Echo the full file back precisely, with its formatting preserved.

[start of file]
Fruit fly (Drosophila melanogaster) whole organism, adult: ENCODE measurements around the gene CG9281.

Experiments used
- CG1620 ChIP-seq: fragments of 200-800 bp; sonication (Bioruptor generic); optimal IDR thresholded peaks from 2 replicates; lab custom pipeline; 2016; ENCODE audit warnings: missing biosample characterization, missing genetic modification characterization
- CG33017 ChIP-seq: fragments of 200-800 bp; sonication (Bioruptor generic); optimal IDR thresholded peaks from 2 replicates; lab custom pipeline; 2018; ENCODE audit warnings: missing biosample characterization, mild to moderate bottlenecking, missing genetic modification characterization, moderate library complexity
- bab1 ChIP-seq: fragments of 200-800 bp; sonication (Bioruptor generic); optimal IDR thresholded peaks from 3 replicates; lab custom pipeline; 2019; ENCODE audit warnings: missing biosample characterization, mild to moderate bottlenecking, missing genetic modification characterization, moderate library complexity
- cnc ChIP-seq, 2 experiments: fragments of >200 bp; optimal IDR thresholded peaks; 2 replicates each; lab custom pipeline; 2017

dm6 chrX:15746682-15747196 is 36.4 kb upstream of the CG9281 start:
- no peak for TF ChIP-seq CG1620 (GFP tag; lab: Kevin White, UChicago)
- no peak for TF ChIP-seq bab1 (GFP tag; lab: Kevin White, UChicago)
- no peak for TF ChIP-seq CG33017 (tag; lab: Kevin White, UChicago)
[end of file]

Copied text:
Fruit fly (Drosophila melanogaster) whole organism, adult: ENCODE measurements around the gene CG9281.

Experiments used
- CG1620 ChIP-seq: fragments of 200-800 bp; sonication (Bioruptor generic); optimal IDR thresholded peaks from 2 replicates; lab custom pipeline; 2016; ENCODE audit warnings: missing biosample characterization, missing genetic modification characterization
- CG33017 ChIP-seq: fragments of 200-800 bp; sonication (Bioruptor generic); optimal IDR thresholded peaks from 2 replicates; lab custom pipeline; 2018; ENCODE audit warnings: missing biosample characterization, mild to moderate bottlenecking, missing genetic modification characterization, moderate library complexity
- bab1 ChIP-seq: fragments of 200-800 bp; sonication (Bioruptor generic); optimal IDR thresholded peaks from 3 replicates; lab custom pipeline; 2019; ENCODE audit warnings: missing biosample characterization, mild to moderate bottlenecking, missing genetic modification characterization, moderate library complexity
- cnc ChIP-seq, 2 experiments: fragments of >200 bp; optimal IDR thresholded peaks; 2 replicates each; lab custom pipeline; 2017

dm6 chrX:15746682-15747196 is 36.4 kb upstream of the CG9281 start:
- no peak for TF ChIP-seq CG1620 (GFP tag; lab: Kevin White, UChicago)
- no peak for TF ChIP-seq bab1 (GFP tag; lab: Kevin White, UChicago)
- no peak for TF ChIP-seq CG33017 (tag; lab: Kevin White, UChicago)